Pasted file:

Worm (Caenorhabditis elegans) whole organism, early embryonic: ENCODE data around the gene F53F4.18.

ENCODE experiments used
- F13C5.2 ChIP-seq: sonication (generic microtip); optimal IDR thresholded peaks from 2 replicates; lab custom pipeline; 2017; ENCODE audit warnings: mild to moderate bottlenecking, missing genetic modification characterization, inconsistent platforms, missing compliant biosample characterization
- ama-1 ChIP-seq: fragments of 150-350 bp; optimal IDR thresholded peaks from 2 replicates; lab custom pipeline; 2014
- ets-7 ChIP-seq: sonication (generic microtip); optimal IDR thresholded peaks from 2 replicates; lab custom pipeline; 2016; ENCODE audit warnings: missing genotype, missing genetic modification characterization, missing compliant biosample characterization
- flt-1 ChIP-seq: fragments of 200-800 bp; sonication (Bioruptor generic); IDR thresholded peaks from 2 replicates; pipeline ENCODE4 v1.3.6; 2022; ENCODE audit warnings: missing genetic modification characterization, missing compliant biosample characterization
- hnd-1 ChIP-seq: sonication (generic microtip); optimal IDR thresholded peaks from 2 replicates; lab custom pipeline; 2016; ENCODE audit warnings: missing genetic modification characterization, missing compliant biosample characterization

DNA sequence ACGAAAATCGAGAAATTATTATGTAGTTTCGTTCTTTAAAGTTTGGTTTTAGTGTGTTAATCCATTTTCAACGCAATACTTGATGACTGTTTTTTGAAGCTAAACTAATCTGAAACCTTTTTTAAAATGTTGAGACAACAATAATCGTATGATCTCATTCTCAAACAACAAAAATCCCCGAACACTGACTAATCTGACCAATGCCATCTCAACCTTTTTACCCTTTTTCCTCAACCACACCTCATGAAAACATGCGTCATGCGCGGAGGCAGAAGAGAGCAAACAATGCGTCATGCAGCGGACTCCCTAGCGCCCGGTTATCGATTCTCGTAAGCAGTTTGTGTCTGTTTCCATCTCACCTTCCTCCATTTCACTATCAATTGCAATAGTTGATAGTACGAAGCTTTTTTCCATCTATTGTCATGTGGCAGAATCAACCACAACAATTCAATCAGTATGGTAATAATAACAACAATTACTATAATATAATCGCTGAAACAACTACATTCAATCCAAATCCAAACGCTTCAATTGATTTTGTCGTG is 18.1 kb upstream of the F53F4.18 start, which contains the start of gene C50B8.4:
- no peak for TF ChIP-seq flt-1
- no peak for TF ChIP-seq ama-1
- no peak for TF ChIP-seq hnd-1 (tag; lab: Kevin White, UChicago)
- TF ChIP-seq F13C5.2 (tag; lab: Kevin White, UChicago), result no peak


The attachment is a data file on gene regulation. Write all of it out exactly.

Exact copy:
Worm (Caenorhabditis elegans) whole organism, early embryonic: ENCODE data around the gene F53F4.18.

ENCODE experiments used
- F13C5.2 ChIP-seq: sonication (generic microtip); optimal IDR thresholded peaks from 2 replicates; lab custom pipeline; 2017; ENCODE audit warnings: mild to moderate bottlenecking, missing genetic modification characterization, inconsistent platforms, missing compliant biosample characterization
- ama-1 ChIP-seq: fragments of 150-350 bp; optimal IDR thresholded peaks from 2 replicates; lab custom pipeline; 2014
- ets-7 ChIP-seq: sonication (generic microtip); optimal IDR thresholded peaks from 2 replicates; lab custom pipeline; 2016; ENCODE audit warnings: missing genotype, missing genetic modification characterization, missing compliant biosample characterization
- flt-1 ChIP-seq: fragments of 200-800 bp; sonication (Bioruptor generic); IDR thresholded peaks from 2 replicates; pipeline ENCODE4 v1.3.6; 2022; ENCODE audit warnings: missing genetic modification characterization, missing compliant biosample characterization
- hnd-1 ChIP-seq: sonication (generic microtip); optimal IDR thresholded peaks from 2 replicates; lab custom pipeline; 2016; ENCODE audit warnings: missing genetic modification characterization, missing compliant biosample characterization

DNA sequence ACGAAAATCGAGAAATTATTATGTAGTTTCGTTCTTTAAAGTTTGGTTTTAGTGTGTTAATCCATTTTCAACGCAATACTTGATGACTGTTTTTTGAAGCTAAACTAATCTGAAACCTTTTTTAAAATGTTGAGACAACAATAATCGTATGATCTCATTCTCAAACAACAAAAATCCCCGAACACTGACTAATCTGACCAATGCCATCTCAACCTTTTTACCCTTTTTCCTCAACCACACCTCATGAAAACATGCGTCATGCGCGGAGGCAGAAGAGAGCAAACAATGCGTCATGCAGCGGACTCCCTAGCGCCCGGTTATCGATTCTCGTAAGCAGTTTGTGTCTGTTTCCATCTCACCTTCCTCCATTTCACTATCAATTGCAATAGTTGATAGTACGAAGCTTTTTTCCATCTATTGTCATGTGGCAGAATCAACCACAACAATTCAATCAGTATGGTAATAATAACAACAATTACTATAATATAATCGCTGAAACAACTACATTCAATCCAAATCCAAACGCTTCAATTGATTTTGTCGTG is 18.1 kb upstream of the F53F4.18 start, which contains the start of gene C50B8.4:
- no peak for TF ChIP-seq flt-1
- no peak for TF ChIP-seq ama-1
- no peak for TF ChIP-seq hnd-1 (tag; lab: Kevin White, UChicago)
- TF ChIP-seq F13C5.2 (tag; lab: Kevin White, UChicago), result no peak